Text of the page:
GUIDELINES FOR CONTROLLING TEST ANXIETY (PART B)
The following guidelines are designed to help manage the anxiety that may begin to develop a couple of weeks before any intense testing period. This anxiety is encountered by everyone to some degree, so rest assured that you are having "normal" reactions to test taking. The purpose of this guide is to help you keep your stress level within manageable limits.
The answer to this question varies from person to person, and therefore each person will subsequently develop his or her test day rituals or patterns. The key issue is to discover those that work best for you.
1. How early should I get up?
Some people find it comforting to get up early on test day and prepare mentally for the exam. Others find it helpful to get up just before the test to avoid thinking about the test. Figure out ahead what works best for your anxiety. It may be best to get up early and do some yoga to stimulate blood flow and get relaxed. Research shows that anxiety interferes with recall so you want to be relaxed during your exam.
2. Is it productive for me to study on the day of the test?
The old saying goes that "if you don't know it by now you won't ever know it" is probably true in a strict sense. However, it may be helpful to review notes in a relaxed fashion or be quizzed by a classmate to get into a mental set for test taking. You should be aware if your testing patterns indicate you need a warm up session prior to testing by using an Exam Analysis (I will write more about this in a future blog). However, these same activities can also be negative if they only serve to remind you of what you don't know or what you are unsure of. Trying to learn an entirely new body of material on the day of the test may be ill-advised because it often results in panic or confusion.
3. What can I do to feel more comfortable during the exam?
Do some relaxation exercises before the exam to help you stay calm. Many students like to establish a ritual before an exam to help them feel relaxed. Be careful what you eat and drink before going to the exam. If you normally have a cup of coffee, that will probably be fine, but be aware that caffeine is a stimulant that will increase the anxiety response to situation perceived as threatening. Also, carbs and sweets may make you feel immediately calm and comfortable, but if your exam is long, you may find yourself becoming sleepy as your sugar levels drop an hour into the exam. Some students have a particular kind of clothing they like to wear, like a lucky sweater, necklace, shirt, etc. Wear what will make you feel positive and relaxed.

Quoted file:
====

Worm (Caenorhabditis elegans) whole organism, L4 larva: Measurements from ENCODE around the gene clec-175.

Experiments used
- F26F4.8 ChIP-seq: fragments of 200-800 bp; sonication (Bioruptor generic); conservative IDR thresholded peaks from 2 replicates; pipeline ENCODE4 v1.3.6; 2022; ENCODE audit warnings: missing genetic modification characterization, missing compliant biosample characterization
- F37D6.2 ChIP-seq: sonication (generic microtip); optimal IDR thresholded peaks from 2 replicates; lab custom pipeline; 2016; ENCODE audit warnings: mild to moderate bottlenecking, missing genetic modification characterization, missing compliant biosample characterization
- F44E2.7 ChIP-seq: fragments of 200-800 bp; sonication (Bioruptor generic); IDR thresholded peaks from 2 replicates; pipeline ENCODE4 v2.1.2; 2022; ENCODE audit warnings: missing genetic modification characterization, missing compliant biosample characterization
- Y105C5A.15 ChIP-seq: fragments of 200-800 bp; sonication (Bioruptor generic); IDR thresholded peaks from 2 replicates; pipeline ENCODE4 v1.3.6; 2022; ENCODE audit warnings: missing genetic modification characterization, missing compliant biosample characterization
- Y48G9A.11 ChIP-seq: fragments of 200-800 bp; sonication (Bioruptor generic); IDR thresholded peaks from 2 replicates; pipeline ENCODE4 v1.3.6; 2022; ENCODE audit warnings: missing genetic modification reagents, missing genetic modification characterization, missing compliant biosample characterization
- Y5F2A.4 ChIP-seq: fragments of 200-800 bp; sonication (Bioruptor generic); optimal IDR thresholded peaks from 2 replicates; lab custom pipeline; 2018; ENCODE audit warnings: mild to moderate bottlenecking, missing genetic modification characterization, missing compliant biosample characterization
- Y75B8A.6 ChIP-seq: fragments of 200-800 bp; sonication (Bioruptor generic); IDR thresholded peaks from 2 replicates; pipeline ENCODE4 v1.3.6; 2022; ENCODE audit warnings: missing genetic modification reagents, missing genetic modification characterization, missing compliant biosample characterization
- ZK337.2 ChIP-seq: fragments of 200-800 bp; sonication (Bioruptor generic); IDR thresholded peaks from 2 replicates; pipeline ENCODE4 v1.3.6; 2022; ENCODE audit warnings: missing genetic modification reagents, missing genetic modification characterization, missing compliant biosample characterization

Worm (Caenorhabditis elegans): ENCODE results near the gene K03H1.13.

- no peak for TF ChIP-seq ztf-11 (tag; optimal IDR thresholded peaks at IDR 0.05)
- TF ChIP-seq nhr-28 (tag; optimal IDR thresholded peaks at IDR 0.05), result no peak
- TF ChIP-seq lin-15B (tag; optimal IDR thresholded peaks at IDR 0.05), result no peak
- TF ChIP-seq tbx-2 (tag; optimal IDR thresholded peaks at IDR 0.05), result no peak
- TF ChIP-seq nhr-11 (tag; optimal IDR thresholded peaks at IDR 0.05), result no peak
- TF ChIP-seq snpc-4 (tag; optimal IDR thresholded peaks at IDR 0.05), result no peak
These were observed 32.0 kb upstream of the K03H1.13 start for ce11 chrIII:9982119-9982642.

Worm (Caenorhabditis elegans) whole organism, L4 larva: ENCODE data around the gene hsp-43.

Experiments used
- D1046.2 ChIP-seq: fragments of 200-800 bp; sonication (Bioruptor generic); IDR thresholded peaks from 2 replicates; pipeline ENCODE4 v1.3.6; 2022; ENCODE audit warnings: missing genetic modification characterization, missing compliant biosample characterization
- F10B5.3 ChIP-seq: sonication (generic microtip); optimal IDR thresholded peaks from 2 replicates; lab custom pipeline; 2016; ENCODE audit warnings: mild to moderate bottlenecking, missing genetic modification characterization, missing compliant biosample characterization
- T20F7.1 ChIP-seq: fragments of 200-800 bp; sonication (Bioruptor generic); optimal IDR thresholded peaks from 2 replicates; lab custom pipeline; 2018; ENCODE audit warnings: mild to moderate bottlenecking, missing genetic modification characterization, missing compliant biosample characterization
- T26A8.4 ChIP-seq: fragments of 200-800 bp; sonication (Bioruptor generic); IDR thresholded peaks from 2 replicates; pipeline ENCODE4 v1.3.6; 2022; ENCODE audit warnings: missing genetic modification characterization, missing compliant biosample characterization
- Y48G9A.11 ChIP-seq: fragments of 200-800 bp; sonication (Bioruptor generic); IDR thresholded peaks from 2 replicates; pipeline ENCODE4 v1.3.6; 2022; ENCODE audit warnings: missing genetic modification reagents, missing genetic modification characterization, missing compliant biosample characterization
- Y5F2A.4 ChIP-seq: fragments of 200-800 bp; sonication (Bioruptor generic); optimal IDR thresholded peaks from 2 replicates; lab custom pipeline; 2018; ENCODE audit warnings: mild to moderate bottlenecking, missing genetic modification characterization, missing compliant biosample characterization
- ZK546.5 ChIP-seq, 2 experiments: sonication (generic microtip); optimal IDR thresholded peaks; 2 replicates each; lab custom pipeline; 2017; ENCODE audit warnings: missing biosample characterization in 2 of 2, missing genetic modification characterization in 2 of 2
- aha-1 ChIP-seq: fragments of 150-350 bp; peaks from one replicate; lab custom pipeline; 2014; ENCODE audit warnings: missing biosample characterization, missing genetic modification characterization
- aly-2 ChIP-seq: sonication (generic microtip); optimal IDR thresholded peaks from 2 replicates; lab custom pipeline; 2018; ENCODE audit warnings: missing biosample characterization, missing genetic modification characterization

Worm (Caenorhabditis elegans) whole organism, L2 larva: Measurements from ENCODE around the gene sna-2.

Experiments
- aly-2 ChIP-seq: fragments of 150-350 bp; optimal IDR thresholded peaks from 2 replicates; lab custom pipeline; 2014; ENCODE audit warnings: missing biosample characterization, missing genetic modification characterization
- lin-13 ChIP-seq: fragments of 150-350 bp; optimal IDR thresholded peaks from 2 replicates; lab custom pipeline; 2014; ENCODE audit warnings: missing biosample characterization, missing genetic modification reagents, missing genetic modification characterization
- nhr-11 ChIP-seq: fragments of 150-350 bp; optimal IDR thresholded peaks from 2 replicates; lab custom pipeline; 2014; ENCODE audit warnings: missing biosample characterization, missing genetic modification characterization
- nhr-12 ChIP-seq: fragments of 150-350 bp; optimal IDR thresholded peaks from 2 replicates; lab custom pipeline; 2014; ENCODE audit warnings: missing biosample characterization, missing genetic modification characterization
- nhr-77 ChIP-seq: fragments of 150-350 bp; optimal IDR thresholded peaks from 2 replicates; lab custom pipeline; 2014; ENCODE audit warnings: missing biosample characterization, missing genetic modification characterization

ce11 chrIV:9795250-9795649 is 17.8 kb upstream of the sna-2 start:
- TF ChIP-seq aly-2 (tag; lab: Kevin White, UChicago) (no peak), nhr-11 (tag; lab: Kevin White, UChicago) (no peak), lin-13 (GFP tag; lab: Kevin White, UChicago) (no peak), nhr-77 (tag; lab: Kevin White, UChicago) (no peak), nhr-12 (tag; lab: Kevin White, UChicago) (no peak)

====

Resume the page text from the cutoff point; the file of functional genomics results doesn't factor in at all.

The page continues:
4. How early should I get to the test room?
Some people like to get to the room early to get physically situated, and get relaxed in their seat if possible. However, this same early arrival for others may be extremely anxiety-producing because they think about the impending exam and build up anticipatory tension. In addition, they talk to other students and compare notes on what others have studied and learned, which can also create anxiety.
5. Is it best for me to talk to fellow students before the test or be by myself?
This is connected to number 4 above, but you don’t have to physically be at the test early to talk to classmates before the exam. You can also call or text before the exam; for some this is calming and for others it increases that stress level beyond productivity. Many find that this activity only accentuates their anxious feelings and prevents them from focusing on the upcoming exam.
6. What if I hit a question that I don’t know and panic?
If you feel yourself becoming overly anxious and panicky during the exam, you can cope with this by closing your eyes and taking very slow deep breaths. To make sure the proctor knows you are handling panic, turn your exam over and put your pencil down and close your eyes instead of staring off into space. Say the words “calm, relaxed, and peaceful” over and over as you breathe in and out. Take 10 breaths slowly. Make sure your shoulders are down in a relaxed position rather than up around your ears. Circle the problem and come back to it at the end.
Most of the guidelines spelled out in the answers to the last six questions represent extremes on a continuum. Your maximum comfort area will probably fall somewhere in between the two extremes.
How do I know when I'm becoming overly anxious during a test?
Common indicators are:
1. Physical discomfort (i.e.: queasy stomach, shortness of breath, tight shoulders and neck, headache, shaking)
2. Increase in negative self-talk
3. Significant increase in respiration rate
4. Not remembering material of which you are sure
If test anxiety continues and is getting in the way of maximum performance, see a counselor on campus that can help you with relaxation exercises and ways to talk you through your anxiety.
Please also see Guidelines to Managing Test Anxiety (Part A)